0

This is my first time posting here so any feedback is very welcome should I be doing something wrong! I'm very new to shell scripting and am trying to write a function that checks whether an item is in a list. In this case I'm checking whether a given argument correspond to an existing user on the system. I really want to avoid false positives by making sure the item is surrounded by spaces but that obviously excludes the first and last item in the list. I figured maybe I could add spaces to the start and end of the list but I can't figure out how to do this. Any tips or pointers are very welcome! My code so far comes from this post. It looks like this:

-->This is the list of existing users

users=$(getent passwd {1000..60000} | awk -F ':' '{print $1}')

-->Function to check whether the given command line argument is in existing users

contains(){
   [[ $1 =~ (^|[[:space:]])"$2"($|[[:space:]]) ]] && return 0 || return 1
}

Where $1 is the list of users obtained with getent from passwd file (see above) and $2 is the given (command line) argument I'm trying to validate.

Just as information: for testing purposes I've been trying out the contains function with a list (1 2 3 4). It works if I check this against 2 and 3, but not for 1 and 4.

  • To test whether a username is valid on the system, use the return status of getent passwd "$username" >/dev/null instead. Not posting that as an answer, as a proper answer should probably reference the code that you are using. You also seem to be missing ]] before &&, and you should mention what the values $1 and $2 looks like. – Kusalananda Jun 11 at 21:01
  • Thanks for your reply! I've clarified my question and added some context. Also fixed the brackets I forgot to type. – BlueUmbrella51 Jun 11 at 21:37
  • To visualize the input, can you post that formatted list or a portion of it, plus an example of the given argument? Give dummy users instead of the real ones if you want. – seshoumara Jun 12 at 7:30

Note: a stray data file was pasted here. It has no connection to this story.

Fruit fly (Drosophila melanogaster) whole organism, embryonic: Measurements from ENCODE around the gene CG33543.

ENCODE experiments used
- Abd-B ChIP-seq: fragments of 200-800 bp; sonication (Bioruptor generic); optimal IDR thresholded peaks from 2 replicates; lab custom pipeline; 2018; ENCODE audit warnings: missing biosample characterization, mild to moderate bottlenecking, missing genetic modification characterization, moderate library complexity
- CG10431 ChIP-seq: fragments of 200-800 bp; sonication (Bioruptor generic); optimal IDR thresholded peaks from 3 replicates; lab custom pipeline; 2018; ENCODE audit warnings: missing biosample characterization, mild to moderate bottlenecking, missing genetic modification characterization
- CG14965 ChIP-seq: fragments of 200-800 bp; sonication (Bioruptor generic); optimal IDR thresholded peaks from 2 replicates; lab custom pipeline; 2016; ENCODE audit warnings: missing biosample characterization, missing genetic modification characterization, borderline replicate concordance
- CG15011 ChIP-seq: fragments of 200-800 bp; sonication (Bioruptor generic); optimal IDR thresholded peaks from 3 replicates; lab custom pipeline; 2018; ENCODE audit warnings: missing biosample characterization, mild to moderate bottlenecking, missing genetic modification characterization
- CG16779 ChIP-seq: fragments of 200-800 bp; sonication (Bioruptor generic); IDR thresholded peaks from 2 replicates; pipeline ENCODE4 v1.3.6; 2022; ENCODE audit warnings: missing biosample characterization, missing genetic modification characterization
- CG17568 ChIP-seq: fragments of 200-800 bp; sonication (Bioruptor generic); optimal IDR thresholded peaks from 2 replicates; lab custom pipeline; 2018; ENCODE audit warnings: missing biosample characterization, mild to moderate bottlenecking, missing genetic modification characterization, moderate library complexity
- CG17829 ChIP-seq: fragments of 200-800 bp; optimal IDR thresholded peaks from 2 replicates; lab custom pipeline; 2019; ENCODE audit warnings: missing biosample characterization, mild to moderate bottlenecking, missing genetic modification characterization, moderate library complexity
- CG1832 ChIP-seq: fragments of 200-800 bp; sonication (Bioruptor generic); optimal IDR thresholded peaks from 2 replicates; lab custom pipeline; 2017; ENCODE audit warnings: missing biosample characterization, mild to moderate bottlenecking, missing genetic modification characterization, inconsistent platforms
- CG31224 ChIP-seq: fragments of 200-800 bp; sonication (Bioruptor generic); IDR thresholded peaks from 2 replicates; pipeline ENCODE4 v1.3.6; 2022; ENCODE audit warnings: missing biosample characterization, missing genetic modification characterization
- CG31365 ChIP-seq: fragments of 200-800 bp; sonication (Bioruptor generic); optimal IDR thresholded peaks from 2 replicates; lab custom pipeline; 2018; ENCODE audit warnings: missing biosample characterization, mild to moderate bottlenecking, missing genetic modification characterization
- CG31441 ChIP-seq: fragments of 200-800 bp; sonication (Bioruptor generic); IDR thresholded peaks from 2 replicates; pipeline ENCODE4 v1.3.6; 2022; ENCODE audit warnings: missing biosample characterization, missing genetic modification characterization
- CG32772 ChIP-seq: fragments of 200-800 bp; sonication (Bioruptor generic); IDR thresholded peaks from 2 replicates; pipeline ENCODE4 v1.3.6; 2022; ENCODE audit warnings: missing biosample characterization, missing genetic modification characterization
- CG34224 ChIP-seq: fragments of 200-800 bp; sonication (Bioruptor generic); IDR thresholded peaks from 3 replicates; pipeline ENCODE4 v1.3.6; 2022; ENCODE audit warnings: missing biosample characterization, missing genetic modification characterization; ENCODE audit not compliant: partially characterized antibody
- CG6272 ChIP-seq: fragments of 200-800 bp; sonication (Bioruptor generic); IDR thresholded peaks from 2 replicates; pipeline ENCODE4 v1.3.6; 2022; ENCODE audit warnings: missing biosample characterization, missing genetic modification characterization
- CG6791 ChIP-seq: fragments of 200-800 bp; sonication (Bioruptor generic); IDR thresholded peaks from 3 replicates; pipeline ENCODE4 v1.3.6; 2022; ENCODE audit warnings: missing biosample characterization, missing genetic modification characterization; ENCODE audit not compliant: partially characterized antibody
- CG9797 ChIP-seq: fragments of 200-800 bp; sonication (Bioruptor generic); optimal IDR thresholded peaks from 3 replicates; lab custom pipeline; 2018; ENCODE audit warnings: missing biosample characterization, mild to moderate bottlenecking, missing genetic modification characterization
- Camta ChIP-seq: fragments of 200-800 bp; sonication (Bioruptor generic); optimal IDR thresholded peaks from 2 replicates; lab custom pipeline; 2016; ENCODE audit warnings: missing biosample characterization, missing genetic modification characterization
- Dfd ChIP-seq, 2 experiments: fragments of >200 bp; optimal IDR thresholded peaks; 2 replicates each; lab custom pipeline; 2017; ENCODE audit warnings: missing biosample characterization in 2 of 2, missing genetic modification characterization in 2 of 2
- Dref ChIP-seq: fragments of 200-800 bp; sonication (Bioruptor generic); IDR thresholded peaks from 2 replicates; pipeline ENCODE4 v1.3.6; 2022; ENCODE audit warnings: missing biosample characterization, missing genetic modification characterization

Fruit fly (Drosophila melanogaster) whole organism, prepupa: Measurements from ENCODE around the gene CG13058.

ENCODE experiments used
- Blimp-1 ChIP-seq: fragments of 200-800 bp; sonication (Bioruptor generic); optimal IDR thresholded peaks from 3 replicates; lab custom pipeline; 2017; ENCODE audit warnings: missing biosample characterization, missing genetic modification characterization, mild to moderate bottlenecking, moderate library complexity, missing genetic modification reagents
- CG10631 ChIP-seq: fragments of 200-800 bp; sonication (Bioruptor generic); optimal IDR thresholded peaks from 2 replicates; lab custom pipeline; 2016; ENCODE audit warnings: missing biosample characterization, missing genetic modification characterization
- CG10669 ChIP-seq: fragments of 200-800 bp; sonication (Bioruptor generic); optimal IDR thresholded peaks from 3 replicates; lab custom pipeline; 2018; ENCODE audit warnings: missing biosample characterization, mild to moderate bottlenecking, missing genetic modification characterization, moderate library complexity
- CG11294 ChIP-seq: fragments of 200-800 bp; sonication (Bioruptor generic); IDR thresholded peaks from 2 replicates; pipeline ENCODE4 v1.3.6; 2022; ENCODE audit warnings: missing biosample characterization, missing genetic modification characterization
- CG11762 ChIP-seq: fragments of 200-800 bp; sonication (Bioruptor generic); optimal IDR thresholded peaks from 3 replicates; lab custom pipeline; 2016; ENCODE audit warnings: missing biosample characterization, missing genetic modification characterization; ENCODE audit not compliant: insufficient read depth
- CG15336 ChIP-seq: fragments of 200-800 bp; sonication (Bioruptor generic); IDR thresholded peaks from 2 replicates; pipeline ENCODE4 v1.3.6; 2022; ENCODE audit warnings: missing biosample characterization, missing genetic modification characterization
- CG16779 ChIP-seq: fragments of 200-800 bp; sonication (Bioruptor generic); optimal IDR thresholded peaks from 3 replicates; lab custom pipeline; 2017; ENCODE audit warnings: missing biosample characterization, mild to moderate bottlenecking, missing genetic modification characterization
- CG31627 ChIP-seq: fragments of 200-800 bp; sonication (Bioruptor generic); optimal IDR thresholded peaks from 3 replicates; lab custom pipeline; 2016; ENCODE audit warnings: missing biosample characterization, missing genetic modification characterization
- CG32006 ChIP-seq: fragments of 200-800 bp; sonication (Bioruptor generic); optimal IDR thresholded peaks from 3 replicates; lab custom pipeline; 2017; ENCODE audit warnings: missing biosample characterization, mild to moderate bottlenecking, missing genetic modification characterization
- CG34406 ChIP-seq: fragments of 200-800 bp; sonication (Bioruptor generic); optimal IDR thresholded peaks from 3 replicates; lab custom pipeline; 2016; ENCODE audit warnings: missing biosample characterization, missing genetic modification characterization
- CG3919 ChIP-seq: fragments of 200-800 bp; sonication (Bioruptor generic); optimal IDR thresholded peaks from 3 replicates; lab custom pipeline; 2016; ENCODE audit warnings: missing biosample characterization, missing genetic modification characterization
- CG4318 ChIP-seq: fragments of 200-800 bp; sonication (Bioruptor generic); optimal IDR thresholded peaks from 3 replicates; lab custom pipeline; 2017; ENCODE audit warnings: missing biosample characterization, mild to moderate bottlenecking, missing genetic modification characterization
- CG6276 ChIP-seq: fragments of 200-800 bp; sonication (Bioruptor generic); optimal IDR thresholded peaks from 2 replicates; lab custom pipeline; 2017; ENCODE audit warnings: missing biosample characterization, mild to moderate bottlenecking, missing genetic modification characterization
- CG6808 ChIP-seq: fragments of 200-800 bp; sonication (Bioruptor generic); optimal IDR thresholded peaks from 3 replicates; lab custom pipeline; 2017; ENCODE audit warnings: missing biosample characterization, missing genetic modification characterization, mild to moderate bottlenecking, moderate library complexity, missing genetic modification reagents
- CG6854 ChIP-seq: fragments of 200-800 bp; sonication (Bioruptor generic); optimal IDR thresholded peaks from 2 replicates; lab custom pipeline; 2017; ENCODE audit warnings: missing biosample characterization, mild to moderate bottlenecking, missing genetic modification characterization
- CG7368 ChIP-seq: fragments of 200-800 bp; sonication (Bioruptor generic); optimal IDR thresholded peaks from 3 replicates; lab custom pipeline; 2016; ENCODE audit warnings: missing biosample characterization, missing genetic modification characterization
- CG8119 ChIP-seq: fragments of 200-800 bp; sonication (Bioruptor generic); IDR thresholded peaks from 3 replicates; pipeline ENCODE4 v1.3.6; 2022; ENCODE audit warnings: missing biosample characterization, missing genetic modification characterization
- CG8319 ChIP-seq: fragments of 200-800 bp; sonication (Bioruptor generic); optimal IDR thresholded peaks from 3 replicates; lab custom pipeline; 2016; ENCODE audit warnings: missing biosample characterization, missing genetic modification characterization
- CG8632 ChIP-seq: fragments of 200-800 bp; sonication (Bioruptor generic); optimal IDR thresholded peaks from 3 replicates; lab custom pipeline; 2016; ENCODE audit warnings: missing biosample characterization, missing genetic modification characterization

• I've added some information, but I can change the formatting of the list so if I can get this to work for the simple test example I've added I'll be helped greatly! – BlueUmbrella51 Jun 12 at 15:09
0

Try the custom function below. It accepts a list where each item is on a separate line. See usage.

contains(){ printf "%s\n" "$1"|grep '^'"$2"'$' > /dev/null; }

The return code is that of the grep command:

  • 0 - if the item was found in the list (full line match, case sensitive)
  • 1 - if the item was not found in the list
  • 2 or higher - if an error occurred (the error message will be printed)

Modifications that you might need to do on the above function to make it work as you want:

  • don't print anything, not even a possible error message: &> /dev/null
  • print everything (the item if present in the list, a possible error message): remove > /dev/null
  • print only if the item is present in the list, don't print a possible error message: 2> /dev/null
  • force the function to return only 0 or 1: && return 0 || return 1;

Usage:

list="$(getent passwd {1000..60000}|cut -f1 -d:)"
item="USER_NAME_HERE"
#or
list="$(printf "%s\n" {1..4})"
item="1"
#then
contains "$list" "$item"
#to see the return code
echo $?
  • Thanks, this helped me find a way that works! Much obliged :) – BlueUmbrella51 Jun 13 at 13:53
  • @BlueUmbrella51 You welcome. Have a look also on Jim L.'s answer, as grep -Fx "$2" is much better than grep '^'"$2"'$'. If you want to be informed of errors, don't use grep -q. All the best. – seshoumara Jun 13 at 18:59
  • Thanks, I'll check the man! I upvoted both your answers but since I have no reputation it isn't visible. – BlueUmbrella51 Jun 13 at 19:28
0
users="$(getent passwd | awk -F: '{print $1}')"

contains(){
   grep -qFx "$2" <<< "$1"
}

Test this with something like:

if contains "$users" "jim"; then
  echo jim is a user
else
  echo jim is not a user
fi
  • Thanks for the help, much appreciated! – BlueUmbrella51 Jun 13 at 19:28

Your Answer

By clicking “Post Your Answer”, you agree to our terms of service, privacy policy and cookie policy

Not the answer you're looking for? Browse other questions tagged or ask your own question.